Soviet Afghan War

Operation MAGISTRAL – the late success, October 1987 – January 1988

Soviet Afghan War Operation Magistral was the largest and probably the most successful army-level operation of the Soviet-Afghan war, executed formally from November 23, 1987 till January 10, 1988 (in reality it took over 3 months to prepare and complete the mission).

The operation was initiated by a new Afghan leader Mohammad Najibullah and had a clear geo-political target to prevent the mujahideen forces led by Peshavar Seven, backed by Pakistan and supported by US and Saudis, to separate the Khost province from Afghanistan and create an independent Islamic state.

The secondary objective (mainly presented as primary) was unblocking Gardez-Khost road and lifting of the blockade on Khost that lasted for many years with some interruptions. Soviet commanders with Gen Boris Gromov in the lead were not very keen about it, especially looking forward to the closing withdrawal from Afghanistan but Michael Gorbachev insisted to help the “fresh Afghan democracy”. 

Gardez-Khost road via Satukandav Pass (2009)

Gen Boris Gromov just became commander of the 40th army and this should have been his first large scale operation. This was his third tour in Afghanistan and he was considered a very experienced, skillful and wise officer. He was very sensitive regarding unnecessary losses and demanded a very profound approach to any activity.

Besides his position was – “let them mind their own business first”, e.g. he wanted Afghans to fight at first and get Soviets to support them and not vice versa. Gen Gromov was an advocate of large scale usage of special forces (Spetsnaz) and well-trained mobile recon units, and probably the operation Magistral was an apogee of it. In any case, despite a huge number of Afghan troops taking part, the operation was planned and prepared by the Soviets secretly with very limited local personnel involved (mostly KHAD – Afghan secret service).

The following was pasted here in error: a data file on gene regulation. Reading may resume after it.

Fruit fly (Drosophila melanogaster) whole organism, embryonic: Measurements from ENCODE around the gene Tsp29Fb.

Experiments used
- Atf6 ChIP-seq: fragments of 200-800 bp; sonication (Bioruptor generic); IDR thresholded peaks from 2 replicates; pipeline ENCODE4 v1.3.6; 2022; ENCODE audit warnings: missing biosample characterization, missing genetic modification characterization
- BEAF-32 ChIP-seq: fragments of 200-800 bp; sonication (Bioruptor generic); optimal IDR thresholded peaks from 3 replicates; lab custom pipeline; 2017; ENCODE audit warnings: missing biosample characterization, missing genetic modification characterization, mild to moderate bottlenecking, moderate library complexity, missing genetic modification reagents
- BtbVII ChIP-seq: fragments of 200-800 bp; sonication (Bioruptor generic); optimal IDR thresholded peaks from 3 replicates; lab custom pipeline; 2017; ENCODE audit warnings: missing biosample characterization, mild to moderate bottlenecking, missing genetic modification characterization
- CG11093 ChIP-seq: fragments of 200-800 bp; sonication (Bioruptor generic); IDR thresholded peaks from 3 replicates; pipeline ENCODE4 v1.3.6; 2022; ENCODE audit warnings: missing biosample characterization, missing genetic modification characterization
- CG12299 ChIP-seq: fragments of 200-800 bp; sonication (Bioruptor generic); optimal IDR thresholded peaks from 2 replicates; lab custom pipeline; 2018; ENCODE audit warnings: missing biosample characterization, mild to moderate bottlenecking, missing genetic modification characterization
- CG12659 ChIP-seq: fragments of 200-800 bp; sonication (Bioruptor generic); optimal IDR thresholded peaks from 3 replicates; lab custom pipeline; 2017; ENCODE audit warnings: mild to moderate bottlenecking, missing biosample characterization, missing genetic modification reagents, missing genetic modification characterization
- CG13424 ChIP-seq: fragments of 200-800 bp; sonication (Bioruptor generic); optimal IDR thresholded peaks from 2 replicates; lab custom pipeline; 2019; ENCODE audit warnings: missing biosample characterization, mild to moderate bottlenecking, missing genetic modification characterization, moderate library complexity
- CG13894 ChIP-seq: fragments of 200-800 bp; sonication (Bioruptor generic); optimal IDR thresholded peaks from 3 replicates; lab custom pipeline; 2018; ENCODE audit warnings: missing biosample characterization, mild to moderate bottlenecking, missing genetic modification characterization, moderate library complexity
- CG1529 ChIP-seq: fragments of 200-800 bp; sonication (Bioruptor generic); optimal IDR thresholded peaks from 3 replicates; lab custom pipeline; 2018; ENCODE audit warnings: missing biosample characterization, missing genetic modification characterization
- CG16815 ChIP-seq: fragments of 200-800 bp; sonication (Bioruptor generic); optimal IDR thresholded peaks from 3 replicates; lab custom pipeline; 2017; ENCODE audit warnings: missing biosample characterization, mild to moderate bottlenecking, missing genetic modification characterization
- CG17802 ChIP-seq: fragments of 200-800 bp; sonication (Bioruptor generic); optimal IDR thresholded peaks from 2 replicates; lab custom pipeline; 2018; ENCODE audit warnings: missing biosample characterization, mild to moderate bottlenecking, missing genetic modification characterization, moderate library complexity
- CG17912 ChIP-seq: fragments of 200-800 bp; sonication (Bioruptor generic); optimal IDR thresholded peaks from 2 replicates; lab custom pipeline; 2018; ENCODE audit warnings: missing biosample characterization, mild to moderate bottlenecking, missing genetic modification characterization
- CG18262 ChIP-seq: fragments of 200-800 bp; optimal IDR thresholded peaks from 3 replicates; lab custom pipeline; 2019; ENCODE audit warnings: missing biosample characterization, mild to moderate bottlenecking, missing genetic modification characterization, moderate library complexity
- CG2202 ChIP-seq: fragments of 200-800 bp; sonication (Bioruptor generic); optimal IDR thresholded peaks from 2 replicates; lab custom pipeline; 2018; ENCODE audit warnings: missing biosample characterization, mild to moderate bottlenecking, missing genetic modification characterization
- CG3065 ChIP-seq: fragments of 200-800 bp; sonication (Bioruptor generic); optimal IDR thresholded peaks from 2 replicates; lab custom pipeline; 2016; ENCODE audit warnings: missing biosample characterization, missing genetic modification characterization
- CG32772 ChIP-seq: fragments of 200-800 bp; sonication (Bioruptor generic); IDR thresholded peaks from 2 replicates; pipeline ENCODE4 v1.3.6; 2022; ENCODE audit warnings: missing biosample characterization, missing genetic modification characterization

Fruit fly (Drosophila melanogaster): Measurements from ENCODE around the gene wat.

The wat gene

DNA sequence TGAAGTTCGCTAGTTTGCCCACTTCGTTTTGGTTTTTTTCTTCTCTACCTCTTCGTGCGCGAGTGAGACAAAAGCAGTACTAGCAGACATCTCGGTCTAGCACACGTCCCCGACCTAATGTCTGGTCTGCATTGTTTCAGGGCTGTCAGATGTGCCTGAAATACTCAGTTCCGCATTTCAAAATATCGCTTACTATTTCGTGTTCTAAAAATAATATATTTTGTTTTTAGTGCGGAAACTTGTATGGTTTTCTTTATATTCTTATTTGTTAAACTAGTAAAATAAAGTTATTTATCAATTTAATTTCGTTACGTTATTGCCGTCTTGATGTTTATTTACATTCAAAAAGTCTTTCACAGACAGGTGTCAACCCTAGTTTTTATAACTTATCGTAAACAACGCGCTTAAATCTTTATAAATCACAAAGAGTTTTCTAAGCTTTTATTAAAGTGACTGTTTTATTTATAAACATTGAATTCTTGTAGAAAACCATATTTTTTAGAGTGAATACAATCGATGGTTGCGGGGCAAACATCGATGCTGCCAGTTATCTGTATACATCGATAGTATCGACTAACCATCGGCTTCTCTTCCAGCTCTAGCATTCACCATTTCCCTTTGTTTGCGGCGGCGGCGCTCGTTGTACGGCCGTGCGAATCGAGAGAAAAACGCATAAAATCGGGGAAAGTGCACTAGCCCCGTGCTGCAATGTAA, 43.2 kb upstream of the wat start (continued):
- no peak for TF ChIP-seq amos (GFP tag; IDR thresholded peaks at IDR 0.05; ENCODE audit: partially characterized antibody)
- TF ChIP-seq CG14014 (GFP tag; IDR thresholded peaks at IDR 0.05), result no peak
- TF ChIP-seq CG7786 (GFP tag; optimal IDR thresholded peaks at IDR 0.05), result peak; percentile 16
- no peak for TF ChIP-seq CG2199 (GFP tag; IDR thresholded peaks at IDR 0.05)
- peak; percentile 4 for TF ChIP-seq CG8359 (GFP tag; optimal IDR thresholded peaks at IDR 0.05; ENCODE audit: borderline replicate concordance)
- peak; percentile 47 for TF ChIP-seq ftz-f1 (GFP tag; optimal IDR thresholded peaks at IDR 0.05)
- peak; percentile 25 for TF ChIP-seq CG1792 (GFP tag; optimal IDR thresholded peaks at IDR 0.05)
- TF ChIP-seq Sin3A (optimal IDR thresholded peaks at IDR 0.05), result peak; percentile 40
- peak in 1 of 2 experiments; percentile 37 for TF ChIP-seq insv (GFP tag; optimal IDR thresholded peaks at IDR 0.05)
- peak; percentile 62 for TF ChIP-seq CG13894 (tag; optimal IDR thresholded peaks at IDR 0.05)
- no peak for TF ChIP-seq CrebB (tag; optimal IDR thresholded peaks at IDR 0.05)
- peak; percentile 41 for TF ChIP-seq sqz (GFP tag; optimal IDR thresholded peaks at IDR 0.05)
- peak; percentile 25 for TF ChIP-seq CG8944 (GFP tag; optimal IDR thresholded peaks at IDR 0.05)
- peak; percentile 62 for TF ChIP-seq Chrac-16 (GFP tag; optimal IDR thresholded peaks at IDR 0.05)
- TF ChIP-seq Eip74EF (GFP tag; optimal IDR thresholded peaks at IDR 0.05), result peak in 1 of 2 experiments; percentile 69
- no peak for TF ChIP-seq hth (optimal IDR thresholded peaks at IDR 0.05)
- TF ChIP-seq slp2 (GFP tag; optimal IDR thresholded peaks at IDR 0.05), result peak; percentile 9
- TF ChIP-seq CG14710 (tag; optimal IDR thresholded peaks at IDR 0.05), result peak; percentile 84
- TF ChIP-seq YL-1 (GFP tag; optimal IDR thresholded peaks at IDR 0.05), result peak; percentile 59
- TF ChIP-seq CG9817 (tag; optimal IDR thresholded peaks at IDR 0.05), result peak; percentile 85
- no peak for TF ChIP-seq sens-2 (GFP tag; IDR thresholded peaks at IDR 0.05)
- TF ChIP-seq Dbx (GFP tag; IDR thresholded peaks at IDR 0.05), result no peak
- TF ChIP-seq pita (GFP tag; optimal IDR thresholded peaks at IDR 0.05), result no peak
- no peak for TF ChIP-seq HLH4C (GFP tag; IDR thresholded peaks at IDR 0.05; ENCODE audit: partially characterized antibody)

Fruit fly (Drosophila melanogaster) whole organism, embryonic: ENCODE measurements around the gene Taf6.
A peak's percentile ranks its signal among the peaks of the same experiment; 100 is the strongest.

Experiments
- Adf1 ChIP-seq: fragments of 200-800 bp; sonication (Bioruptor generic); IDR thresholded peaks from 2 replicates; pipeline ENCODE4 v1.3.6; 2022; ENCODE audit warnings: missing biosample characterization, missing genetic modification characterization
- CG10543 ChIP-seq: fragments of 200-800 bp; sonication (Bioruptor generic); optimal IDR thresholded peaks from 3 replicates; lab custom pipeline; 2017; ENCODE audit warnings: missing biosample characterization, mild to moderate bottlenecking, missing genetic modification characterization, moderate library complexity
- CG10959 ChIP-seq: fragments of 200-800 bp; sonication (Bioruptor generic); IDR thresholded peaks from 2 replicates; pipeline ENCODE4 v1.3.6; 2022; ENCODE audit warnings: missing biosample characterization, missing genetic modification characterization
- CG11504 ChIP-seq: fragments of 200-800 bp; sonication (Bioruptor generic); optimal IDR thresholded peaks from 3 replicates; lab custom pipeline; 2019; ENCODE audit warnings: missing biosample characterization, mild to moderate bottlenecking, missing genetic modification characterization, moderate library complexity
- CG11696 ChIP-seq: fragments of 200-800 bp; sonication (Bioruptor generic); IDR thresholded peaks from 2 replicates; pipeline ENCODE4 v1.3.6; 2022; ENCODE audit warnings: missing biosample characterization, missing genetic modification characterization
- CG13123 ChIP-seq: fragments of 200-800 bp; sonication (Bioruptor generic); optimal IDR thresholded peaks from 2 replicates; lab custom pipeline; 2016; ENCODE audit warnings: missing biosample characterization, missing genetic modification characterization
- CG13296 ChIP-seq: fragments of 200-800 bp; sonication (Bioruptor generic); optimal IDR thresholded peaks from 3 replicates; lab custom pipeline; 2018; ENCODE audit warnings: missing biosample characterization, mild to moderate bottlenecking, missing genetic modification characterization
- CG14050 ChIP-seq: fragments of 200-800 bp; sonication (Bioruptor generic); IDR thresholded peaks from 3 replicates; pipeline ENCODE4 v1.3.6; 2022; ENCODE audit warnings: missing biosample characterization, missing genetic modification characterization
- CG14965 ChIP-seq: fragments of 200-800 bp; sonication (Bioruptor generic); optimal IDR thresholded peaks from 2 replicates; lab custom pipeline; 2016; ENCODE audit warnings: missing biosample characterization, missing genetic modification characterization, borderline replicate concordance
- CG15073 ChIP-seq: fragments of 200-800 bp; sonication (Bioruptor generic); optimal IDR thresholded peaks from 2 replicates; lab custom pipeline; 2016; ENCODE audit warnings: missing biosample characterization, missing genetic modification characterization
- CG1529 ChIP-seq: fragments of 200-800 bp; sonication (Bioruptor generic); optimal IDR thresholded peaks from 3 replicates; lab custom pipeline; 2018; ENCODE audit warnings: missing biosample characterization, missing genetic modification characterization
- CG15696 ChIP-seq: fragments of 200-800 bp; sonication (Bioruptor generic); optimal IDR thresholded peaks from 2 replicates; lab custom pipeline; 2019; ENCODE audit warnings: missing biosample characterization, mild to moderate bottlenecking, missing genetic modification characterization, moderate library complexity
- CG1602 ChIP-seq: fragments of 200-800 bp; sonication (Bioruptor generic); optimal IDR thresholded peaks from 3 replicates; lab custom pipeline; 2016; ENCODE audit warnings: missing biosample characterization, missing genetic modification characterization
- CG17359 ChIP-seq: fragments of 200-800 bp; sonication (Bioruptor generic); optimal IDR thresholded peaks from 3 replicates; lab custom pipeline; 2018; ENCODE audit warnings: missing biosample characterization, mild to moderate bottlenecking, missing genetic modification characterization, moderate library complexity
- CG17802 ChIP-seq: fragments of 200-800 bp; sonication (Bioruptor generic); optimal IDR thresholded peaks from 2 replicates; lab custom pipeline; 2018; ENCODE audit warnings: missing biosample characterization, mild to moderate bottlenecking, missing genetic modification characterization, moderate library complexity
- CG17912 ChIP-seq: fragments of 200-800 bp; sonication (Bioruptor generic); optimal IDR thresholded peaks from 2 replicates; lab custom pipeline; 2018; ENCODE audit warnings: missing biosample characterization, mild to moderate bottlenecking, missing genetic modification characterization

There were several challenges that Soviets had to tackle.

The area of operations was very unfriendly – Satukandav Pass with rough mountains (some over 3000m) or vast “green” areas with a dense vegetation that hosted up-to 13,000! Muj forces led by Jalaluddin.

The proximity to Pakistan (Khost province located close to Pakistani border) gave Jalaluddin literally unlimited resources in terms of manpower and weaponry especially taking into account that there was no Soviet troops in Khost and around.

R-381T Taran radio-intel complex

His inventory included light artillery, mortars and rocket launches including BM-21, and even some BMPs captured from Afghans. He totally ruled the area establishing about 300 small and large strongholds and destroyed every convoy moving to Khost through the Satukandav Pass.

The only communication was done by air to Khost airfield and came under constant mortar and rocket fire. Afghan government for several months tried to negotiate the armistice but with no result as his was heavily backed by Pakistan and pretended to be in superior position. The next challenge led before Gen Gromov was a total lack of reliable information about the enemy as Khost province was under the responsibility of Afghan army and they never were very good in intel.

At first Gromov demanded to focus on two directions – intel and cutting the rebels from supplies (in many cases these tasks were combined). All types of intel-collecting platforms were involved – space, aerial and electronic. MTLB based radio-intel complex Taran was widely used for eavesdropping in Khost province and well inside Pakistan (Taran was developed in late 70s and began to appear in Afghanistan in 1985).

Unfortunately it was not enough. Numerous scout groups were dropped by helicopters to recon enemy locations and cut the supplies. They were using seismic tracing to monitor possible caravan routes and destroyed them mostly by themselves but sometimes with the aid of aviation and artillery. Before the operation began there were 116 Soviet recon collections and over 60 artillery targeting posts along the Satukandav Pass.

All the big and small mujahedeen strongholds were pinpointed beginning with the Jawara base – the biggest stronghold on the Pakistani border consisted of over 40 caves connected with tunnels.

Besides pure military value it was used for PR activities hosting politicians and journalists. Eventually the base was taken by the Afghan army supported by Soviet paratroopers during a very costly operation in spring 1986 but then it was abandoned and left for the fighters of Jalaluddin.

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General Gromov decided to maximize the mobility of the units giving the major priority to paratroopers and special forces to take the key high ground ruling the Satukandav Pass.